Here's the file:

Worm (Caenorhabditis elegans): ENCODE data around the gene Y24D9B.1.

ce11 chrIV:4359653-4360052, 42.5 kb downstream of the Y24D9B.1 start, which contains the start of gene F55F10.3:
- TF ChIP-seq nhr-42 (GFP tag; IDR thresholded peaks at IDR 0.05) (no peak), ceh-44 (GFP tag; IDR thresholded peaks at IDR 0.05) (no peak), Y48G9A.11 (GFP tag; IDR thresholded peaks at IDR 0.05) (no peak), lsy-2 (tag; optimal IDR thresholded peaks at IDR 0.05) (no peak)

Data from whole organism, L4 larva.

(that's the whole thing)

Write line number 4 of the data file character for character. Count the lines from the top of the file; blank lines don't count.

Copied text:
Data from whole organism, L4 larva.